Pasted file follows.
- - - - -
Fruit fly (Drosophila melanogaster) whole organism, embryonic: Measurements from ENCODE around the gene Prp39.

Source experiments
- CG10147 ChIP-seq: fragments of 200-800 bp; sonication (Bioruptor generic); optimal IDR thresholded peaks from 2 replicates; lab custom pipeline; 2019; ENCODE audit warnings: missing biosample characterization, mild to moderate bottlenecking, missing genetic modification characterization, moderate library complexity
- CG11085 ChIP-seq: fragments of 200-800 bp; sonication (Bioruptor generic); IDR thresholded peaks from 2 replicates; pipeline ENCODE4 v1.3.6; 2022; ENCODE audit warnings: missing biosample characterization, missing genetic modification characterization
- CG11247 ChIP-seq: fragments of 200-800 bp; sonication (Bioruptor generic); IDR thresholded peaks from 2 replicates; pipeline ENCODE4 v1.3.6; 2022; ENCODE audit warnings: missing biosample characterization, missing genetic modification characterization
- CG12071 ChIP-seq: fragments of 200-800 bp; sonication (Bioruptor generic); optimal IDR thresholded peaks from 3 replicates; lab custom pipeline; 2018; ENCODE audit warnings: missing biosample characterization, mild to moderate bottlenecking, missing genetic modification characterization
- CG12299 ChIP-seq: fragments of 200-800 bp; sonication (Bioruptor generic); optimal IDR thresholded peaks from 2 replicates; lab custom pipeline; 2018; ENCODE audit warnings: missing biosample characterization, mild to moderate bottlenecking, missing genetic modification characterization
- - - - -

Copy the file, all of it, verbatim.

Fruit fly (Drosophila melanogaster) whole organism, embryonic: Measurements from ENCODE around the gene Prp39.

Source experiments
- CG10147 ChIP-seq: fragments of 200-800 bp; sonication (Bioruptor generic); optimal IDR thresholded peaks from 2 replicates; lab custom pipeline; 2019; ENCODE audit warnings: missing biosample characterization, mild to moderate bottlenecking, missing genetic modification characterization, moderate library complexity
- CG11085 ChIP-seq: fragments of 200-800 bp; sonication (Bioruptor generic); IDR thresholded peaks from 2 replicates; pipeline ENCODE4 v1.3.6; 2022; ENCODE audit warnings: missing biosample characterization, missing genetic modification characterization
- CG11247 ChIP-seq: fragments of 200-800 bp; sonication (Bioruptor generic); IDR thresholded peaks from 2 replicates; pipeline ENCODE4 v1.3.6; 2022; ENCODE audit warnings: missing biosample characterization, missing genetic modification characterization
- CG12071 ChIP-seq: fragments of 200-800 bp; sonication (Bioruptor generic); optimal IDR thresholded peaks from 3 replicates; lab custom pipeline; 2018; ENCODE audit warnings: missing biosample characterization, mild to moderate bottlenecking, missing genetic modification characterization
- CG12299 ChIP-seq: fragments of 200-800 bp; sonication (Bioruptor generic); optimal IDR thresholded peaks from 2 replicates; lab custom pipeline; 2018; ENCODE audit warnings: missing biosample characterization, mild to moderate bottlenecking, missing genetic modification characterization